• As described below in reference to FIG. 4C, issuer system 130 may perform any of the exemplary processes described herein to provision authentication cryptogram 444 to one or more network-connected devices operated by or associated with user 101, such as client device 102. Referring to FIG. 4C, a programmatic interface established or maintained by issuer system 130, such as application programming interface (API) 460, may receive authentication cryptogram 444 from tokenization system 160, and API 460 may route authentication cryptogram 444 to a cryptogram provisioning module 462 of issuer system 130. In some instances, API 460 may facilitate secure, module-to-module communications between cryptogram provisioning module 460 and routing module 458 of tokenization system 160. Further, cryptogram provisioning module 462 may receive authentication cryptogram 444, and may perform additional operations that access locally stored cryptogram request 432 and extract device identifier 423B, e.g., the IP or MAC address of client device 102. In some examples, cryptogram provisioning module 462 may provide device identifier 423B and authentication cryptogram 444 as inputs to routing module 450, which may perform operations that cause issuer system 130 to transmit authentication cryptogram 444 across network 120 to the unique network address of client device 102, e.g., using any appropriate communications protocol.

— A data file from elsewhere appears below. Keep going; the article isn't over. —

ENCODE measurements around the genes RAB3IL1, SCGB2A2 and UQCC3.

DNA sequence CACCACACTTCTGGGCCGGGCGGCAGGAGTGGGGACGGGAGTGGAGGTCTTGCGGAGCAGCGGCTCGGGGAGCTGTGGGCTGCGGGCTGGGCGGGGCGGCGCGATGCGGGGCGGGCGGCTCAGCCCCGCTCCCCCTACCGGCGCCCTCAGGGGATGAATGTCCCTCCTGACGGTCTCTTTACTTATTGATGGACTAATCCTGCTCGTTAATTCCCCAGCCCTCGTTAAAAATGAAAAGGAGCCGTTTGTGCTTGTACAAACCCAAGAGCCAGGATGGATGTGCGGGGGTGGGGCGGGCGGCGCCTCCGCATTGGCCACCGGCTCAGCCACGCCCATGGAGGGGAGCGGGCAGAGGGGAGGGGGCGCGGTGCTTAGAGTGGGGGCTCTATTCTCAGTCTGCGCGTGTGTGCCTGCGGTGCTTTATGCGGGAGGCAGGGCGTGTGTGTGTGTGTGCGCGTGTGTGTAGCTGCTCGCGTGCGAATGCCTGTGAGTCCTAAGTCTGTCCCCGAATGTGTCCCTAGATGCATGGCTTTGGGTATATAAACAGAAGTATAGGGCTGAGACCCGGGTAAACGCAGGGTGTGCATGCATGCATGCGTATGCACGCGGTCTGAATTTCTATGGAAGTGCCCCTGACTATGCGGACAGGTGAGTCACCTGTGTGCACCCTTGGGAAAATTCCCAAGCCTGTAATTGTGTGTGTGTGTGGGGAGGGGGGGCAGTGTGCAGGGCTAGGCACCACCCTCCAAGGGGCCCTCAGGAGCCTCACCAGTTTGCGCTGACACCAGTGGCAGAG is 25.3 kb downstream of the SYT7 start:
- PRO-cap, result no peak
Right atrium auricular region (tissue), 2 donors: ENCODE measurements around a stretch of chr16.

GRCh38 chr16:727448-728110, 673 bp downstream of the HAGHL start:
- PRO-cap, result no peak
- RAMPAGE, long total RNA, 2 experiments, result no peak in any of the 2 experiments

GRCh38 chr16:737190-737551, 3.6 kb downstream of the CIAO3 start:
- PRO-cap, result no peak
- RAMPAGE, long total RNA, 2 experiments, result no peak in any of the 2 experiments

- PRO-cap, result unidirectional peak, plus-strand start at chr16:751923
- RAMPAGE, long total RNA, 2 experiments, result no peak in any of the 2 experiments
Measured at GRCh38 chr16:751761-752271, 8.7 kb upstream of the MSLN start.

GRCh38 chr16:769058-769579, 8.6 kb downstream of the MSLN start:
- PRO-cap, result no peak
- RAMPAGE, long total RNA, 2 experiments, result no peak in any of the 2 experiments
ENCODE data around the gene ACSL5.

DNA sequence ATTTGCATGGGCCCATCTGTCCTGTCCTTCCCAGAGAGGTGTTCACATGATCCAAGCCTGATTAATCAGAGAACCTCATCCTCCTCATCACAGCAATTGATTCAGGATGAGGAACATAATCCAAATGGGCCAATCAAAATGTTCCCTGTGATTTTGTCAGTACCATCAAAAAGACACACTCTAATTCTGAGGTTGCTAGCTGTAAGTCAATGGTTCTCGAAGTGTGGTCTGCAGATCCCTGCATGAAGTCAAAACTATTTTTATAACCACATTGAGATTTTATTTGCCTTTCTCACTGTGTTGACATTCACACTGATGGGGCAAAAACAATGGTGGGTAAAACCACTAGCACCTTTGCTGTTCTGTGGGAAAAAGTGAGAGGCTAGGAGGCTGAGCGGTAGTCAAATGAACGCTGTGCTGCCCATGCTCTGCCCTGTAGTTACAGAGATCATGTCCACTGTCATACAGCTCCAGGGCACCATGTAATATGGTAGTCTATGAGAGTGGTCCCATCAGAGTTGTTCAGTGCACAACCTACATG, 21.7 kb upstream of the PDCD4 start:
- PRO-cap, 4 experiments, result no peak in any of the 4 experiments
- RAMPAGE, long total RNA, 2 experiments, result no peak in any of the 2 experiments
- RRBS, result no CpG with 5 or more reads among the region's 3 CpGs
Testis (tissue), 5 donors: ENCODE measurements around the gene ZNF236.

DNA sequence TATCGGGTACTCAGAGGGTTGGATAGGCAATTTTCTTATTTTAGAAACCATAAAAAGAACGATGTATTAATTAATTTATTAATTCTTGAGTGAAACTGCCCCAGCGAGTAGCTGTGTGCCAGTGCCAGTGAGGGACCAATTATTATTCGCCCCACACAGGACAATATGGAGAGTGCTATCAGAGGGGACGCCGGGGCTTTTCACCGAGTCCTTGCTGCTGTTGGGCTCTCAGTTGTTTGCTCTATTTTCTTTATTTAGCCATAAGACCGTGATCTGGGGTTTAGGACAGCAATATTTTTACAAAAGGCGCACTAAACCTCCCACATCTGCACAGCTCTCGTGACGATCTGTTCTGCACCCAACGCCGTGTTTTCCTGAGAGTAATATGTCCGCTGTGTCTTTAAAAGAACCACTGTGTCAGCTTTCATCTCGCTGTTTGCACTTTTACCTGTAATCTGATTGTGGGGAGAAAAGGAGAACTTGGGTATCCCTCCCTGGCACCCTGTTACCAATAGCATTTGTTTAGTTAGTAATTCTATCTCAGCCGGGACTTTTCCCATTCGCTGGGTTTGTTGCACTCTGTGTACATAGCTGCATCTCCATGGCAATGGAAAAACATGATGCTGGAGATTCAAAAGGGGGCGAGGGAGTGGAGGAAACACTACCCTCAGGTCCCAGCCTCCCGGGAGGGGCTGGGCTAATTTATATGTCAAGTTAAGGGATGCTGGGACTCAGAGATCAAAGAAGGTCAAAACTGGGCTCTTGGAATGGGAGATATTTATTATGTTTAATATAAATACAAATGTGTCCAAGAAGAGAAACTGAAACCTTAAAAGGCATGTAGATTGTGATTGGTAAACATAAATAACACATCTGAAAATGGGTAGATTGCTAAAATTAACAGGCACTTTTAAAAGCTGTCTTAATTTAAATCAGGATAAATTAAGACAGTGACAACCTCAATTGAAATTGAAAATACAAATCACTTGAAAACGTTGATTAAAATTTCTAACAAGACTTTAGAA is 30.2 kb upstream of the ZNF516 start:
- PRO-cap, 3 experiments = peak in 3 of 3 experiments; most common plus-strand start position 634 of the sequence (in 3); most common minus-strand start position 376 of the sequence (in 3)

• In some examples, API 244 of client device 102 may receive authentication cryptogram 444 from issuer system 130 and may route authentication cryptogram 444 to cryptogram management module 246, which performs operation that store authentication cryptogram within one or more tangible, non-transitory memories, such as within a portion of authentication data 110. Cryptogram management module 246 may also provide authentication cryptogram 444 as an input to interface element generation module 248, which generates one or more interface elements 464 representative of authentication cryptogram 444 and provides interface elements 464 to display unit 112A. In some examples, display unit 112A may render interface elements 464 for presentation to user 101 within a corresponding interface, such as graphical user interface (GUI) 466 generated by executed banking application 106B. In other examples, not illustrated in FIG. 4B, client device 102 may perform operations that generate an audible representation of authentication cryptogram 444 (e.g., based on an application of one or more text-to-speech (TTS) algorithms to the alphanumeric character string included within authentication cryptogram 444), and present that generated audible representation to user 101 through a corresponding hardware component, such as an embedded speaker or through headphones in communication with client device 102 through a wired or wireless connection.